As expected, the EPA has released its proposed new rules to reduce emissions from heavy-duty vehicles. The new standards, which would take effect beginning with the 2027 model year, include the first proposed cuts to nitrogen oxide emissions for heavy-duty trucks since 2001.
The EPA proposes to require cuts in NOx emissions from heavy trucks that would result in a drop of 47% to 61% by 2045. The agency separately plans to set new greenhouse gas emissions standards for heavy-duty vehicles “as soon as 2030.”
The EPA said the new rules would improve air quality, leading to fewer premature deaths and fewer cases of asthma and other health issues. It estimates the program will cost manufacturers $19 billion to $31 billion through 2045, but will have net benefits of up to $220 billion.
“These new standards will drastically cut dangerous pollution by harnessing recent advancements in vehicle technologies from across the trucking industry,” EPA Administrator Michael Regan said.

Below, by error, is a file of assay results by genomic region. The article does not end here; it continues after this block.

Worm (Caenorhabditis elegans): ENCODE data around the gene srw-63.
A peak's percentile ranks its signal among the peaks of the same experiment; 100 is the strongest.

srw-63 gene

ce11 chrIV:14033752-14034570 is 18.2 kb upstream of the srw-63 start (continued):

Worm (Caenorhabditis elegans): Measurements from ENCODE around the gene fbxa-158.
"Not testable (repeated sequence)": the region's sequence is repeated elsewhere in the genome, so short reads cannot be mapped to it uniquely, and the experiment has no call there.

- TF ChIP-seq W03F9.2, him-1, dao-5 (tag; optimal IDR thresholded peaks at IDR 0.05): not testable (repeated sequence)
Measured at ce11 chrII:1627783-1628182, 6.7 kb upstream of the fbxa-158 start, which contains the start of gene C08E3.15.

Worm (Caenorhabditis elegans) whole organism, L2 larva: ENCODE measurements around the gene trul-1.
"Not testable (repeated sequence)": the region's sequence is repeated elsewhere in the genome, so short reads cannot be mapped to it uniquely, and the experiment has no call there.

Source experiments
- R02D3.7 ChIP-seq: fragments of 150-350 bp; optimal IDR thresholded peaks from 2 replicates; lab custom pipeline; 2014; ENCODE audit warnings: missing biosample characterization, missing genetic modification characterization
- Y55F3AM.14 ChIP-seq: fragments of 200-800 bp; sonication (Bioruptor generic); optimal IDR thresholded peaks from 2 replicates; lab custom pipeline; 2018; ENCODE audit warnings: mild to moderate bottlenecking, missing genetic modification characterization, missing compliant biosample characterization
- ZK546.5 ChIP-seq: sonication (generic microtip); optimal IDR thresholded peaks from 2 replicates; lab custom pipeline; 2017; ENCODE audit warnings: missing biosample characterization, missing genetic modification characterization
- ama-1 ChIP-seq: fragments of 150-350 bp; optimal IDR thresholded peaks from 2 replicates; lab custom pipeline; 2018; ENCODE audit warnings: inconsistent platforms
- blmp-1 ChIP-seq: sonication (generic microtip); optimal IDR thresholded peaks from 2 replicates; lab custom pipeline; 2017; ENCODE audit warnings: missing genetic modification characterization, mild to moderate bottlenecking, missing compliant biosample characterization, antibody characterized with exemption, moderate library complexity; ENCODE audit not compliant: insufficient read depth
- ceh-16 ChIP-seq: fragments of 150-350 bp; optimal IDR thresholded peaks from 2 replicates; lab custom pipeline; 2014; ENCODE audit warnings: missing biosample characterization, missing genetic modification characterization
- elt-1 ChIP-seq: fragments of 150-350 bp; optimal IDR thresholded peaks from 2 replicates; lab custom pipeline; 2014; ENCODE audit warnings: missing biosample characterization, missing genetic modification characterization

The Truck and Engine Manufacturers Association said it would “work with EPA to ensure that the final version of today’s rule is practical, technically feasible, cost-effective, and will result in the necessary fleet turnover to achieve the nation’s environmental objectives.”
The group noted that engines made after 2010 emit roughly 30 times less NOx than those made before 2010, but that only about 50% of the fleet has turned over.
Environmental groups believe the proposed rules don’t do enough to encourage electrification. “Today’s EPA proposal and the administration’s planned actions and investments are an important start,” said Peter Zalzal, Senior Counsel for the Environmental Defense Fund, “but they do not yet ensure levels of zero-emission vehicle deployment that are feasible and needed.”
“The proposed greenhouse gas rule does the bare minimum to acknowledge zero-emission trucks,” said Johanna Chao Kreilick, President of the Union of Concerned Scientists, and claimed that the EPA is being pressured by truck-makers to establish weaker emissions rules.
The EPA’s proposal is small beer compared to pending regulations in California, which will mandate a certain number of electric trucks starting in 2024. California is part of a coalition of 15 states and DC, which aim to require all new medium-duty and heavy-duty trucks sold in their jurisdictions to be electric by 2050.